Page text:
Internet tycoon Kim Dotcom plans to launch his long-heralded political party Thursday, after what can only be described as a stuttered planning phase. To get Parliamentary representation it is most probable Dotcom will need the assistance of other established parties.
On Sunday, the New Zealand Herald published a feature report by Jonathan Milne (ref. 1 and 2), suggesting that the Kim Dotcom Internet Party may form an alliance with the Mana Party – a move that would almost assure Dotcom of having his party represented in Parliament after this year’s elections.
The problem is, the plan miscalculated how Mana’s top positioned politicians remain skeptics of Kim Dotcom’s motives. And for good reason.
Audio of Selwyn Manning’s Across The Ditch bulletin with Peter Godfrey on 5AA Australia this morning.
We all know the Mana Movement is primarily a Maori affiliated party, located on the left of New Zealand’s political axis. It is also primarily a party that develops its solutions to inequality in Aotearoa through its observation of class and alienation. The rationale goes that if you get things right for Maori, then you get it right for all in New Zealand who have been shoved out of the road by their money-rich and politically-powerful establishment-fawning compatriots.
Mana’s policies also are very much designed to address inequality within the extremes of rural and urban society. Its movement has already given voice, hope, and mana to disenfranchised people in south Auckland, Glen Innes, in the East Cape Waiariki areas and most significantly in the Far North Te Tai Tokerau.
It is vital to note how the Movement’s politicians have committed their lives to political activism, much directed at getting the National Party, and, Labour’s old Backbone club factions, out of office.
There in lies the problem for Dotcom.
When Kim Dotcom first arrived in New Zealand, he and his wealth found comfort in the friendship of New Zealand’s right wing politicians… that is until the FBI traveled to New Zealand, used our spy agencies to illegally target him, placed him under constant surveillance, banged him up in prison for a time while his wife and little children were left wondering what was to become of them and their Kim.
And we all know the story of how when Dotcom found himself banged up in remand prison, he sought help from his powerful right wing politician friends… But he soon realised these were fair-weather friends who had deserted him. Ironically, it was New Zealand’s more liberal-left aligned people who began to argue for his liberty and against authoritative surveillance in general.
Within that fraternity, Kim Dotcom found solidarity.
Since then, his attempts to resist being extradited have become a challenge, and it looks a strong possibility his extradition order may become a reality and be decided by whoever is the Justice Minister/Immigration Minister after this year’s September 20 election.
So it seems to me, Kim Dotcom is understandably desperate to gain political representation. He hopes his popular support, particularly among young and tech minded Kiwis, will turn into votes. The gambit plays that should his party make it into Parliament, then he may help determine who the next government will be.
If he is part of a post election coalition deal, then you can bet Kim Dotcom’s bottom line will be a promise that he will not be extradited to the United States on those charges including alleged copyright infringements, money laundering.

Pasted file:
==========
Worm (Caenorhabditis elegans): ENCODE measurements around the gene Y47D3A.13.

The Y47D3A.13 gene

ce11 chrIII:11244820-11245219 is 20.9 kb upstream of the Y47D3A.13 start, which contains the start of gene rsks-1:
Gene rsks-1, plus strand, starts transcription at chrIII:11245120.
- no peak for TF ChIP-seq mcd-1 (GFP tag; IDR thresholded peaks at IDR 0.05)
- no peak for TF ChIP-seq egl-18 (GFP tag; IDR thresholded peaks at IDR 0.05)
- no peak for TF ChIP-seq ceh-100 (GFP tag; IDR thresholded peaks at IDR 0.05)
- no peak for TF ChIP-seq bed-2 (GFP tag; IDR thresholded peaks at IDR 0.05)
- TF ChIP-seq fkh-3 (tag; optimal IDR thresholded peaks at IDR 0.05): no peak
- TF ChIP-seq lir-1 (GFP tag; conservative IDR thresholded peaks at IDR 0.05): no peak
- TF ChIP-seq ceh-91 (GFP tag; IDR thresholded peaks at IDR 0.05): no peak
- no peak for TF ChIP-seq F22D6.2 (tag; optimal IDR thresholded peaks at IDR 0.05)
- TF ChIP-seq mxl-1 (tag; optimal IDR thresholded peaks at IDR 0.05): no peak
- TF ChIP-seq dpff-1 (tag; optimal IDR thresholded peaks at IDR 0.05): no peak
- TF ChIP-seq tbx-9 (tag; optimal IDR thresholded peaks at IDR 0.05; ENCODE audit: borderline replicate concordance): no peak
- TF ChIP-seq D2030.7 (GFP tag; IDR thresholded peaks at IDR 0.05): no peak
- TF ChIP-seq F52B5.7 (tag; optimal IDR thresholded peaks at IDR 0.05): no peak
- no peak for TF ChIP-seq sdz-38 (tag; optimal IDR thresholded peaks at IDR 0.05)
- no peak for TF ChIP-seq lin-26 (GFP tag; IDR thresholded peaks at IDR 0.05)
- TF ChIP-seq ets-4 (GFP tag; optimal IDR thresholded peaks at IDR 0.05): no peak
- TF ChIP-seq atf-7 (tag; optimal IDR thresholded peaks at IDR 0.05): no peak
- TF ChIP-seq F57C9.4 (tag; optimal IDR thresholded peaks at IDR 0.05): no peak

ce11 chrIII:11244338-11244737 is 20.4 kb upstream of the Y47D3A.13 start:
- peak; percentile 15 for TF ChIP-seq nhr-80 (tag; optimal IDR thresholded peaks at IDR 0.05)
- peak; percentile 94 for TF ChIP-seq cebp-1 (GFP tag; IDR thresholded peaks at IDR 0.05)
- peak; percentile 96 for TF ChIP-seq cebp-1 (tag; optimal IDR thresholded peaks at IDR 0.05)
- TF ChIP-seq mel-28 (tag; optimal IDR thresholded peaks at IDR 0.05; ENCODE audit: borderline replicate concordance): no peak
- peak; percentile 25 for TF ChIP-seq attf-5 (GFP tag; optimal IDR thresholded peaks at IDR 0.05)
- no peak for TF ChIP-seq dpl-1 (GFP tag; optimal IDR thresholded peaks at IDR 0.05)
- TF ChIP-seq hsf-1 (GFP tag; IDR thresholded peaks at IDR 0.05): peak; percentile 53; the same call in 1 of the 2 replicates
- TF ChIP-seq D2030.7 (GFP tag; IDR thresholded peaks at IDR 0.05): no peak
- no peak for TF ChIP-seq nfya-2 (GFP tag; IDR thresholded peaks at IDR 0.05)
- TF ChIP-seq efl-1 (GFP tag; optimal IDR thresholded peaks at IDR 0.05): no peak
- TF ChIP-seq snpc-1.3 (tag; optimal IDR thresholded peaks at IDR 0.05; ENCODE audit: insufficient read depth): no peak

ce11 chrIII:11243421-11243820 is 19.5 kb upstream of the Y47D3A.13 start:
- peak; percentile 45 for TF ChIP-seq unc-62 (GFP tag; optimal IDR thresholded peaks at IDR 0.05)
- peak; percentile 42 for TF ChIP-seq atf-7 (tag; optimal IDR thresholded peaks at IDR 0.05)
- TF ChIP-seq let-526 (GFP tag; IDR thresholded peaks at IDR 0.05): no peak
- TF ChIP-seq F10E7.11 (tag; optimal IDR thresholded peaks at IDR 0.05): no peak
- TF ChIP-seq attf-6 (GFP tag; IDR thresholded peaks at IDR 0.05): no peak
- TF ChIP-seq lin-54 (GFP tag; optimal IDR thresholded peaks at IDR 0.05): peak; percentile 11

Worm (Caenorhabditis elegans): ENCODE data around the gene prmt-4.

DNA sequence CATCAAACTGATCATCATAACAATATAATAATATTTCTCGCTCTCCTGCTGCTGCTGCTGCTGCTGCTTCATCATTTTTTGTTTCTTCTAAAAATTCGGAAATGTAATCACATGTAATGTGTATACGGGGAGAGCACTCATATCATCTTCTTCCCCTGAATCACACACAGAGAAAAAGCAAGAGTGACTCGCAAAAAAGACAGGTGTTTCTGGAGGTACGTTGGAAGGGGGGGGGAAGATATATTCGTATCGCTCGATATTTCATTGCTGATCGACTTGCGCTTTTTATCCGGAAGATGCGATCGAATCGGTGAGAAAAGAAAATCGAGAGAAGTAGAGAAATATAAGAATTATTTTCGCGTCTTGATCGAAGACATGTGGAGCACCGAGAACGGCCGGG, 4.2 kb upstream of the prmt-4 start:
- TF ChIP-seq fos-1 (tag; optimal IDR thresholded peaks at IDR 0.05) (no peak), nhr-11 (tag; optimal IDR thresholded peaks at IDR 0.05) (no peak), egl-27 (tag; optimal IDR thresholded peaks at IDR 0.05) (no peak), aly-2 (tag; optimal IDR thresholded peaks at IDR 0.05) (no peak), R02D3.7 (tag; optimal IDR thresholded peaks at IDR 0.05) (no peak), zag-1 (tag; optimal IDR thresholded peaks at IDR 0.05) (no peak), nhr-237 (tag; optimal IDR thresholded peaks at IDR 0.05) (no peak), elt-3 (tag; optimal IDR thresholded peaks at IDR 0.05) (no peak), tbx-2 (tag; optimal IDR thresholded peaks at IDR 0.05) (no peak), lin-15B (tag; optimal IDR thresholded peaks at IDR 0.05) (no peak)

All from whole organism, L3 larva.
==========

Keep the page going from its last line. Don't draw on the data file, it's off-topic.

He launches his party today. The Internet Party. It will be big news for all the reasons detailed above.
Will Dotcom shed his economically right wing leanings, and dedicate his party to advocating the same kind of policies as Mana?
Will he help address poverty in this country?
Will he come up with policies that solve the digital divide problems?
Will he find a home with New Zealand’s most left and pro-Maori parties?
Will he be able to convince the hardened political activists that make up the dna of the Mana Movement that he has their best interests at heart rather than his own?
But for the gambit to work, this larger than life public figure needs to seek mega support from the 18-35 year-old Kiwi voter, while slipping into a new character, who connects to the poor, becomes a co-leader of sorts who will pave the way for those who just want to reach their potential.
But how can a man who is flanked by stern body-guards and the cloak of disproportionate wealth reach out a large-manicured-hand to touch the cheek of an 18-year-old kid from Manurewa, promise her the internet, the world, while hunger and getting something to eat for her two kids is her preoccupation. Mega and show biz doesn’t come into it. The apparition does not resolve the impact of class here, it accentuates it, magnifies how wide is the ditch.
And that was the message driven home to Mana’s executive on the weekend, underscored by the comment Kim Dotcom made to the Herald On Sunday that he could work with National, that it was just the Prime Minister’s attitude that was problematic.
You could hear the door slam shut. As Vernon Small wrote this morning, the Dotcom Internet Party party lacks a vital guest.
So, the Mega boss will pitch the party’s purpose to the interests of the high-tech and progressively ICT savvy voter. Is there five percent in it? Or will this mega-wealthy German tycoon discover that beyond his target demographic, the tall-poppy-syndrome lives on within this country’s DNA? And will that spectre be more crushing for him than a FBI agent’s jackboot?
My guess is he will find out soon enough.